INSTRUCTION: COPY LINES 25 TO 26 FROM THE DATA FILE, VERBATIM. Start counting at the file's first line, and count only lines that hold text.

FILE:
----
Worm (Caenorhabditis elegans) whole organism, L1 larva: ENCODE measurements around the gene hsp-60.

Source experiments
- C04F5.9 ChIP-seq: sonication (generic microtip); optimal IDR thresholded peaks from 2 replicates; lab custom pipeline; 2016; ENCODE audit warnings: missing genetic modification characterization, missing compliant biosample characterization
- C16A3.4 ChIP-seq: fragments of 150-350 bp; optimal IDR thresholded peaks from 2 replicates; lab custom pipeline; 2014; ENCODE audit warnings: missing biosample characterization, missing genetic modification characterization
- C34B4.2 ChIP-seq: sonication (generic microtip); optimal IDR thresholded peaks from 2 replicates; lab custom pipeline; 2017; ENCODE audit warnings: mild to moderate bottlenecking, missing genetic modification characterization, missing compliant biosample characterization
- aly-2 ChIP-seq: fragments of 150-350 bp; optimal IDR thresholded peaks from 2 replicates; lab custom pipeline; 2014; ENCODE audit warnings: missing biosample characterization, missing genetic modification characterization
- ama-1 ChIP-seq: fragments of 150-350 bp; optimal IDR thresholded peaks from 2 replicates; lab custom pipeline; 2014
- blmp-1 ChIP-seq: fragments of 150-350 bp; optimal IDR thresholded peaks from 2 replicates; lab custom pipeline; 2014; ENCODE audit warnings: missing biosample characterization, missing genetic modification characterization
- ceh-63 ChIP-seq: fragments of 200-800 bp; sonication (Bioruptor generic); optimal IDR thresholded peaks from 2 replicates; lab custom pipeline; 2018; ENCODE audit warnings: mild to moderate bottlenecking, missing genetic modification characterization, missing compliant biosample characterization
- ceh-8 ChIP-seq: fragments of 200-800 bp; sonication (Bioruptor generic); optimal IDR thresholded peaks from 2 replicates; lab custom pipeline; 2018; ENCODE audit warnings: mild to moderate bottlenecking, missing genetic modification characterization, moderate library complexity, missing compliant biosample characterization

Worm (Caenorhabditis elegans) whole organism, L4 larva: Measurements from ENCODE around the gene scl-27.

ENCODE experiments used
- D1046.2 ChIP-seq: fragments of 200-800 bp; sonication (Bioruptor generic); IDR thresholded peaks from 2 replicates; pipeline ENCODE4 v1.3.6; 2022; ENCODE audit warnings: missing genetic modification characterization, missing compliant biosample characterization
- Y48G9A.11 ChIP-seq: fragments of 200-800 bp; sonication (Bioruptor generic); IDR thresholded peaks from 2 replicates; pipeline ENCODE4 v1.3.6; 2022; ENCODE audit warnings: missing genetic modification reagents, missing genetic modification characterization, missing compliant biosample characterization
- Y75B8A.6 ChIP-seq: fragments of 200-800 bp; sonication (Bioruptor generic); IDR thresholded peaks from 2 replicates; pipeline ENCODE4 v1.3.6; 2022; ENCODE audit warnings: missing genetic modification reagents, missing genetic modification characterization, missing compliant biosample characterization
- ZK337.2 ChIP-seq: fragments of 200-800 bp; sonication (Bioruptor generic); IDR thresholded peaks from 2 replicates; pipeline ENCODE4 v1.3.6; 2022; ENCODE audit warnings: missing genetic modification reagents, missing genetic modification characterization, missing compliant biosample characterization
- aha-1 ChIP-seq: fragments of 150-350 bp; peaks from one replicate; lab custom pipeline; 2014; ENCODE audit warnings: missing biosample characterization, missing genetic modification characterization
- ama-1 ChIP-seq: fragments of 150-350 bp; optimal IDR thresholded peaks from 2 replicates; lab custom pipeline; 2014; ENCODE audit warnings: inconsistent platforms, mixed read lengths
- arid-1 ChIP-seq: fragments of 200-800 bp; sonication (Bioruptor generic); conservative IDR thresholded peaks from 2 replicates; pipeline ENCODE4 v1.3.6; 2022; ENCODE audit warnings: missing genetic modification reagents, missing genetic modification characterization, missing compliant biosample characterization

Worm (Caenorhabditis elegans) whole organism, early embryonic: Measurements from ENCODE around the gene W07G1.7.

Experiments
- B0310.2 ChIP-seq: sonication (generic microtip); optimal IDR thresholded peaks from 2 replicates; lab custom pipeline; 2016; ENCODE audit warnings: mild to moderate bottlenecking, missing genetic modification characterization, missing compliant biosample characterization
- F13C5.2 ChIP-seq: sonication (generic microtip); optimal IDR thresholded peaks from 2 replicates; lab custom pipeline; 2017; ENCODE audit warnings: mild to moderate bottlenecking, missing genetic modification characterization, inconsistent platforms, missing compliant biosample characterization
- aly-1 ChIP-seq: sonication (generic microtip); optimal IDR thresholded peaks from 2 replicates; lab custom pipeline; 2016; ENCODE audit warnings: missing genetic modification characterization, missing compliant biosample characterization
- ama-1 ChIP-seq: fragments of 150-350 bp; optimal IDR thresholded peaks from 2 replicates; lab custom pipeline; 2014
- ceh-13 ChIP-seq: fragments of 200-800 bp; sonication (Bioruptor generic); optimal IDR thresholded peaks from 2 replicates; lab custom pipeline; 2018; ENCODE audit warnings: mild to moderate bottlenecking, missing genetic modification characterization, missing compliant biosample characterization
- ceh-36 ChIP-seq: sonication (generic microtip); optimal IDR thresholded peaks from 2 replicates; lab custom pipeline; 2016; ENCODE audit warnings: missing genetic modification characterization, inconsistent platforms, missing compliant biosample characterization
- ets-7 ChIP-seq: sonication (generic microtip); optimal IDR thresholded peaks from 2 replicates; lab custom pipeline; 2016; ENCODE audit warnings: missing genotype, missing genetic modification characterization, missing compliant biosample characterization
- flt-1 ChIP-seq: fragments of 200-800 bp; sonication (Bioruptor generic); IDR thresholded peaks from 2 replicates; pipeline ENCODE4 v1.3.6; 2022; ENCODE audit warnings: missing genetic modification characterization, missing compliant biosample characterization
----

- ama-1 ChIP-seq: fragments of 150-350 bp; optimal IDR thresholded peaks from 2 replicates; lab custom pipeline; 2014
- ceh-13 ChIP-seq: fragments of 200-800 bp; sonication (Bioruptor generic); optimal IDR thresholded peaks from 2 replicates; lab custom pipeline; 2018; ENCODE audit warnings: mild to moderate bottlenecking, missing genetic modification characterization, missing compliant biosample characterization